And/Or No More: A Stylistic Consideration
Sometimes there are minor issues that crop up in papers that, while they don’t ruin a student’s academic writing, are still worth remarking upon in a blog post like this. Today I will talk about a small issue I see as I work with Walden University students in Paper Review Appointments: the use of the forward slash between conjunctions “and” and “or,” like this: “and/or.”
This term is meant only to pop up in sentences rarely, in situations where either options in a sentence or both options are simultaneously possible. That means, in order to use it in a sentence, both the “and” and “or” must make sense by themselves in a sentence.
This is where students get tripped up. Here is a sentence where it does not work:
“This paper will explore the effect of teacher evaluations on student grades and/or test scores.”
Why does this not work? In order to use “and/or,” you would want to make sure that “and” by itself and “or” by itself both work in the sentence. First, the conjunction “and” works because you are talking about two separate factors, and you plan to focus on both of them in the paper. The word “or” does not work so well—you are not working on one or the other, right? You are looking at both. Therefore, “and/or” does not work here and should be revised for better clarity.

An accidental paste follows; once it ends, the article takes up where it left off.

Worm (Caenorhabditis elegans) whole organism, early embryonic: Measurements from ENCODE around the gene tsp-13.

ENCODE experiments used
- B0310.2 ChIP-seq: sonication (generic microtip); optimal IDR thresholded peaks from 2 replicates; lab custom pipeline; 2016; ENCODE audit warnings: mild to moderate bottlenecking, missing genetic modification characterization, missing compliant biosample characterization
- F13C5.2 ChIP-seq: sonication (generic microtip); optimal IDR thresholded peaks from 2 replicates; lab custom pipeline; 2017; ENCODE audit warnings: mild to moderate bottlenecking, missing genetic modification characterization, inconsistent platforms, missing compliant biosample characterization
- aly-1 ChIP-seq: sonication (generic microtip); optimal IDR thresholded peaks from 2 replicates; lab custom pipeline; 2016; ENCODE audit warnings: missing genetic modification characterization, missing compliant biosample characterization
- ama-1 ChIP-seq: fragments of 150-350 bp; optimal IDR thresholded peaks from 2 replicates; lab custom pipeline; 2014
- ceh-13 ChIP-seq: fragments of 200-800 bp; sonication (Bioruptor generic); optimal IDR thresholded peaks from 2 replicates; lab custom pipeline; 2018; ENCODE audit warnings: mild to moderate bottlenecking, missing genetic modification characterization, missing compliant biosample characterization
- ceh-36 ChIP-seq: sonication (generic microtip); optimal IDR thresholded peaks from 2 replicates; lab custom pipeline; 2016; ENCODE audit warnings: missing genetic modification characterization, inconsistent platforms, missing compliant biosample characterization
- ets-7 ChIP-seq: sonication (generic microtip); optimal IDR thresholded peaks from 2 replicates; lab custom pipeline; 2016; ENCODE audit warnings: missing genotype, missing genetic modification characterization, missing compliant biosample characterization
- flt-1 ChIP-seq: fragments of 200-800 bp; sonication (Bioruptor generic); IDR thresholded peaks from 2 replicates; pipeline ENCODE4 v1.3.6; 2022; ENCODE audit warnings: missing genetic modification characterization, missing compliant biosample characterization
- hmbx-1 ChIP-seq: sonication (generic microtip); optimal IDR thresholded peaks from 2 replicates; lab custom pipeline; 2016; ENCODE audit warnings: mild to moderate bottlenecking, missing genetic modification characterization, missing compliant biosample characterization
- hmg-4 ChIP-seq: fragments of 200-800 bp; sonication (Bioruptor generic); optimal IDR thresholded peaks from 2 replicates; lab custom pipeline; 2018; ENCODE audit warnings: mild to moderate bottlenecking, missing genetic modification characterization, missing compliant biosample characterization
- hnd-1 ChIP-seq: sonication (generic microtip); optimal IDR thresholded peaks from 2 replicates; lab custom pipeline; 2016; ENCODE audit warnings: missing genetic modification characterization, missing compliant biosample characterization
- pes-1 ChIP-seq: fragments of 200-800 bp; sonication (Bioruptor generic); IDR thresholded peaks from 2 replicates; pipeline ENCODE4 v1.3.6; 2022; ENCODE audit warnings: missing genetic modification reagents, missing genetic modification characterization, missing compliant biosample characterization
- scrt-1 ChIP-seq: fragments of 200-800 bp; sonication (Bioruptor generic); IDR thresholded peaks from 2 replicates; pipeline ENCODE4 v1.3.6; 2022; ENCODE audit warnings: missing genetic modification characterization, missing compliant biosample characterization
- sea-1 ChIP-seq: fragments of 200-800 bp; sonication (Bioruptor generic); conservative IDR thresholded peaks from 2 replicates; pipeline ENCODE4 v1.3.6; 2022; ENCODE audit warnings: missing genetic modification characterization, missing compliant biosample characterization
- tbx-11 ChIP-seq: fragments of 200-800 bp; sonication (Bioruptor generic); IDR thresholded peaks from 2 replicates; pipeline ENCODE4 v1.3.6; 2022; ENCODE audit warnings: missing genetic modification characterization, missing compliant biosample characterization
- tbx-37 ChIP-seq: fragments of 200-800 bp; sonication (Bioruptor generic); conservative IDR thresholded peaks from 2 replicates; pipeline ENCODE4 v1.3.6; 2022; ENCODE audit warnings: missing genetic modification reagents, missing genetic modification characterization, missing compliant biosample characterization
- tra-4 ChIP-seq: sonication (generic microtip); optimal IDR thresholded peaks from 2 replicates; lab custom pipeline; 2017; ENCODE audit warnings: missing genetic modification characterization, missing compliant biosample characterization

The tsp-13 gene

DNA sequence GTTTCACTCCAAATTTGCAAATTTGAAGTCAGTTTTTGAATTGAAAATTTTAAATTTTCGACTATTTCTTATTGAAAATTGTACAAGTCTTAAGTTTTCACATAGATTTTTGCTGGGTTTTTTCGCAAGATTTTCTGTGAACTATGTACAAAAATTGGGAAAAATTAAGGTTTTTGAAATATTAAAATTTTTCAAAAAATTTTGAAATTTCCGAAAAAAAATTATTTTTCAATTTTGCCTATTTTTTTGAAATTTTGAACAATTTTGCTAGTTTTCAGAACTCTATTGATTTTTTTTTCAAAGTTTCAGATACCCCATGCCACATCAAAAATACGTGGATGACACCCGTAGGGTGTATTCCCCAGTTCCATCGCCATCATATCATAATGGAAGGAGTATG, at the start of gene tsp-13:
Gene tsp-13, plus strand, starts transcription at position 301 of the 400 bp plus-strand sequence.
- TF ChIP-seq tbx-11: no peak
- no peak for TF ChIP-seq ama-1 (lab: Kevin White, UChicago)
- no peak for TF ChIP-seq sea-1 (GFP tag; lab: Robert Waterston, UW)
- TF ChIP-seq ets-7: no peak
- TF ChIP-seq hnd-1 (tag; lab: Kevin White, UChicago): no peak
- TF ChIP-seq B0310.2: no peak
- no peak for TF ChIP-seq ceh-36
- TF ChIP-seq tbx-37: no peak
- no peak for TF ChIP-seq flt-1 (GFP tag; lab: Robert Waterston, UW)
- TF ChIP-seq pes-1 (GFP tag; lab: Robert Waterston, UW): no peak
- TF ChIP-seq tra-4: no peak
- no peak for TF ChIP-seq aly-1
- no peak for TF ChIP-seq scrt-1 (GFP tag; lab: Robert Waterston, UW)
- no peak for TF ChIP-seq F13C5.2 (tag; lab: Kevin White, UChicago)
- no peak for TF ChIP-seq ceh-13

Even in those situations where “and/or” does work grammatically, instructors and editors here at the Writing Center strongly encourage you to express yourself another way, without that term. And we are not the only ones. Many of our favorite resources for academic writing style advise writers to avoid a forward slash between words. The APA Sixth edition manual tells readers “not to use a slash when a phrase would be clearer.” And blogger Grammar Girl reaffirms, “you’d be hard-pressed to find a style guide that doesn’t admonish you to drop and/or and rewrite the sentence with just and or just or.” It may sound smart in your writing sometimes, but chances are, editors and proofreaders don’t like it so much.
Nathan Sacks is a writing instructor in the the Walden University Writing Center. He also enjoys writing books, playing guitar, and playing with cats.
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